Increasing someone’s knowledge is different from getting them to make lasting changes in their on the job behaviors and it requires a different model of learning which is what Boyatzis’s theory offers 
Boyatzis’s model contends that we are more likely to achieve sustainable change when we actively seek to make five discoveries:
1. Our ideal self: the person and leader we truly want to be
2. Our real self: our current nature and how this compares to our ideal self
3. Our personal learning agenda: the things we need to change and do to close the gap
4. Opportunities for experimenting with and practicing new behaviors
5. Those who can …show more content…
Secondly, the model adopts a simplistic way when it comes to changing behavior; it provides little discussion around how we as individuals experiment with new behaviors, thoughts, emotions and feelings when we are exposed to pressures in a team for us to adopt certain norms and act in a special or certain way.
In order to “fit” we start changing the way we behave to match a given value system but based on my own experience when this occurs it only creates internal conflict and we begin to ask ourselves if it is worth compromising the values that are important to us to match the organization’s. There is a missing link between values and behaviors.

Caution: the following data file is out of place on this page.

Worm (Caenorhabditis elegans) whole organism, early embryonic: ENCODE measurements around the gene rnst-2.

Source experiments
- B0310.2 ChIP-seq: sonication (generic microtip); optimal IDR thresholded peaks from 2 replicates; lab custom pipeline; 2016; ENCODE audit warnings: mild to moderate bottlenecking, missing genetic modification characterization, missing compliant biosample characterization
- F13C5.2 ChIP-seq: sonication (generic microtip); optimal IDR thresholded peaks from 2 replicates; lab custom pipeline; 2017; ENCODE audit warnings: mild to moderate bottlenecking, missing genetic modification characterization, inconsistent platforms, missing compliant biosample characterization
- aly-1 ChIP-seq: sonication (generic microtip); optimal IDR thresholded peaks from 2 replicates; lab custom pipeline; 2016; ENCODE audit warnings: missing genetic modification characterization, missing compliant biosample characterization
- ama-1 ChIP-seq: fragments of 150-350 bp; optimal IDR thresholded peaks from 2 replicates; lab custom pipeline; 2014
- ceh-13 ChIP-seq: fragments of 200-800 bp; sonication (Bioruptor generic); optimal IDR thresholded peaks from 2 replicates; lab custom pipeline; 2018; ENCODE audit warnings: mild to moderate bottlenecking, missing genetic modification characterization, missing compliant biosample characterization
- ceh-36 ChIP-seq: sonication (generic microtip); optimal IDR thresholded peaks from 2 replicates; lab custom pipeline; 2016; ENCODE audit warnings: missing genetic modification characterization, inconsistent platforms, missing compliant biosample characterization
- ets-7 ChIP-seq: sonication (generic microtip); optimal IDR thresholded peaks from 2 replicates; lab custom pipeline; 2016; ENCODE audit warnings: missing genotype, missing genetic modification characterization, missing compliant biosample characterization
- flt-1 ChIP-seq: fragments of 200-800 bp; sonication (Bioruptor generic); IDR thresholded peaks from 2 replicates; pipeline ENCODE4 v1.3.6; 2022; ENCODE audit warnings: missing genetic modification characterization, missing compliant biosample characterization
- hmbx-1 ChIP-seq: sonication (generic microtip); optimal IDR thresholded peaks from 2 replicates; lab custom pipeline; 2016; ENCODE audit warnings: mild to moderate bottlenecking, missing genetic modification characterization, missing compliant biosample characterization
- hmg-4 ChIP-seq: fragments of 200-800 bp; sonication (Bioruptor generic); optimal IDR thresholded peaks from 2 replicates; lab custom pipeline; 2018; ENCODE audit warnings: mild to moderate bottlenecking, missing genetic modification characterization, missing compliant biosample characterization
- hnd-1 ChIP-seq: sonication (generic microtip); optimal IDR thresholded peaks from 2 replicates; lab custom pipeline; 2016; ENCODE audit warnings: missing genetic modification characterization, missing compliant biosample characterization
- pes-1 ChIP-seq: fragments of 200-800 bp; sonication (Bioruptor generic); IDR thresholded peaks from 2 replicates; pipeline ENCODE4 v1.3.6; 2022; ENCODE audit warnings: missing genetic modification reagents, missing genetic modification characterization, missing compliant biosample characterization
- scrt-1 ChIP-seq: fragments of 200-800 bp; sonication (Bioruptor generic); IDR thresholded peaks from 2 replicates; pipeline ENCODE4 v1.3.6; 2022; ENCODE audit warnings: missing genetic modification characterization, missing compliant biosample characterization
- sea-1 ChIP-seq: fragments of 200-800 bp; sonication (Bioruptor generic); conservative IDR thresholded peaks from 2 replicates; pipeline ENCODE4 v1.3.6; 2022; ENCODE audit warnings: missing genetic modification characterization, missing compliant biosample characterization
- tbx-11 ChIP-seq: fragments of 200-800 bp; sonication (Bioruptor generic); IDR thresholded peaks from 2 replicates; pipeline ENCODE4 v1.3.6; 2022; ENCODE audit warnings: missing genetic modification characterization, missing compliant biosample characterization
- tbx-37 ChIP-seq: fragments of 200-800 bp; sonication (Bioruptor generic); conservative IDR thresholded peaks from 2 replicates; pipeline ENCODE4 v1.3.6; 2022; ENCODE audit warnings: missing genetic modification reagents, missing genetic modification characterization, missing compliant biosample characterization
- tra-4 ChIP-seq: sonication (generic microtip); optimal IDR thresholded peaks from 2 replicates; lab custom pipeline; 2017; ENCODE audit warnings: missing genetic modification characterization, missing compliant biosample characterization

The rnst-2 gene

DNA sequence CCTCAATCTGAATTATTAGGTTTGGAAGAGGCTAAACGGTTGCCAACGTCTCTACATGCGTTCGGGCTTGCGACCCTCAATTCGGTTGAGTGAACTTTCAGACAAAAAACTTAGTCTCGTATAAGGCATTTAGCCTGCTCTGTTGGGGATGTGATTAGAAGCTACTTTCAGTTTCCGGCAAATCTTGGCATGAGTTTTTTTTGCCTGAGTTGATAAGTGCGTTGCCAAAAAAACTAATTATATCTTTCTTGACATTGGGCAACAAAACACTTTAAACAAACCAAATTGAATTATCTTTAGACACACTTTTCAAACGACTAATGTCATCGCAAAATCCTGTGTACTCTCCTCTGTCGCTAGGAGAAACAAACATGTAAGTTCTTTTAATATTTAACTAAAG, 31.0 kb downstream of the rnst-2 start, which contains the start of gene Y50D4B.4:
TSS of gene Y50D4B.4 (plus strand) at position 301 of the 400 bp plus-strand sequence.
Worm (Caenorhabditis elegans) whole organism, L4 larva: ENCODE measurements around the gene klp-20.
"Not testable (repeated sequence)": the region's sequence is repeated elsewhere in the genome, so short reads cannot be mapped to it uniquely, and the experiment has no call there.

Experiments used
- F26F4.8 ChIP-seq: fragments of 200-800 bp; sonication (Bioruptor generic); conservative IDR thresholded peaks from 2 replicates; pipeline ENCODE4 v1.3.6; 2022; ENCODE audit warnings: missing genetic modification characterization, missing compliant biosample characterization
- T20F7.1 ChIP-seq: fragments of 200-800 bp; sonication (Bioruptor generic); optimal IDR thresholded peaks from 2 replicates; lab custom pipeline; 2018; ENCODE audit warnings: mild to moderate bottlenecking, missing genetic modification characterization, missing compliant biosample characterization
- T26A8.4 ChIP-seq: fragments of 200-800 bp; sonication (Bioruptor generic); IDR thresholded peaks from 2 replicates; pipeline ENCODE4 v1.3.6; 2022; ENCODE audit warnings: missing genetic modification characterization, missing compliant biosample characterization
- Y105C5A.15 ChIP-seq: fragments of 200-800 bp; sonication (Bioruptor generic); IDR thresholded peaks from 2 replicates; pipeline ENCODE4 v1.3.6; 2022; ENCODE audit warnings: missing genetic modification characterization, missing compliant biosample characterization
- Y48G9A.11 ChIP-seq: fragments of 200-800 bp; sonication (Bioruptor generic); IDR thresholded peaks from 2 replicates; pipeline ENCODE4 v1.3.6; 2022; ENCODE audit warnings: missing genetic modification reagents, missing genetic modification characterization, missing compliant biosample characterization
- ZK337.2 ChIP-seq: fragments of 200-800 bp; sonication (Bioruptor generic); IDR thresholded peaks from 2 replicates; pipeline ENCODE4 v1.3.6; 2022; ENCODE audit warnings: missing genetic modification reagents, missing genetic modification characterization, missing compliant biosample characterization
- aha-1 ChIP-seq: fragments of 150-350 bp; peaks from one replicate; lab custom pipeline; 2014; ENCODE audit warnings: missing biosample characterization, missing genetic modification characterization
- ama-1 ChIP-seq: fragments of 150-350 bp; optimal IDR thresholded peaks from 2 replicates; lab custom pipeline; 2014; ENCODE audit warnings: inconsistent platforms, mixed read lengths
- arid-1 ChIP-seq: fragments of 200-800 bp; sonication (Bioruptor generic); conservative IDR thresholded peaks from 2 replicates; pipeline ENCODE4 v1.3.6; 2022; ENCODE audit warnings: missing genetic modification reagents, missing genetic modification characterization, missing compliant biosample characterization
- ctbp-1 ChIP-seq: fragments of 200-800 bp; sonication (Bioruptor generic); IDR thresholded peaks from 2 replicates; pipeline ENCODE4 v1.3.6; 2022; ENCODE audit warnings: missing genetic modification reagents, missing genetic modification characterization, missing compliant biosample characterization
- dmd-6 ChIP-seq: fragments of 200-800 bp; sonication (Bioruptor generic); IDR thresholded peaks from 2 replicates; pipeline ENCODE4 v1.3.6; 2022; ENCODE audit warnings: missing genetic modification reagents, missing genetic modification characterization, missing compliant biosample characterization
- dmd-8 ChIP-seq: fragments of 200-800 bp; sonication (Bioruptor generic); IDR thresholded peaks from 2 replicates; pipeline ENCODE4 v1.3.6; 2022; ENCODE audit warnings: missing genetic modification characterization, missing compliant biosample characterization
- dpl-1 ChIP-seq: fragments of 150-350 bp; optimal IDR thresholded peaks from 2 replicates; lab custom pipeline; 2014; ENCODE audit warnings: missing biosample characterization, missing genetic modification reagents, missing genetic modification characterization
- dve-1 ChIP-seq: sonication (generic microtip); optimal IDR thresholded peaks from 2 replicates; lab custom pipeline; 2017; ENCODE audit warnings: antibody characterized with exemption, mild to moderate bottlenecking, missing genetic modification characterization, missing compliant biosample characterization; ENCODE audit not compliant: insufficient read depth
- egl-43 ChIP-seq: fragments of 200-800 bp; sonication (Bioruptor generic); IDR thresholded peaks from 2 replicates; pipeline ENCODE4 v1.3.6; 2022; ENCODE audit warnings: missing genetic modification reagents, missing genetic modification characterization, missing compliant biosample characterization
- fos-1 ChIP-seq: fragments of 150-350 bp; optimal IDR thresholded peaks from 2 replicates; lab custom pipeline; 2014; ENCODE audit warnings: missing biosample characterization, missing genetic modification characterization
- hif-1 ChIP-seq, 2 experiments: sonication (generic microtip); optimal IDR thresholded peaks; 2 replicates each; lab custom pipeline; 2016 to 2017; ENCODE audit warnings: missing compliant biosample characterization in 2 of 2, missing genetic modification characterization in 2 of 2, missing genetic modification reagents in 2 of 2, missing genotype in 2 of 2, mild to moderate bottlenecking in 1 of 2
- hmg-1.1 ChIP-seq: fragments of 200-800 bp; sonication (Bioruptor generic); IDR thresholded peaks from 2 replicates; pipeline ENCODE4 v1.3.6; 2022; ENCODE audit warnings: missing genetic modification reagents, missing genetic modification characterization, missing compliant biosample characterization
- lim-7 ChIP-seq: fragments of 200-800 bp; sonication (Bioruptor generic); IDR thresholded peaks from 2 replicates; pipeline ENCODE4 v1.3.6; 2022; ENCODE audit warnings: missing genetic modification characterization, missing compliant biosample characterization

Thirdly, Boyatzis’s theory doesn’t contemplate what we have been exposed to, according to Neck and Manz past performance experience is the strongest contributor to perceived self-efficacy also the level of perceived self-efficacy has been found to affect the amount of effort expended and the degree of persistence (that is necessary to achieve our idel-self through practice and experience).
In conclusion Beyotzis’s model is a useful but not an entirely self-sufficient theory and it can be supported and enhanced by Neck and Manz work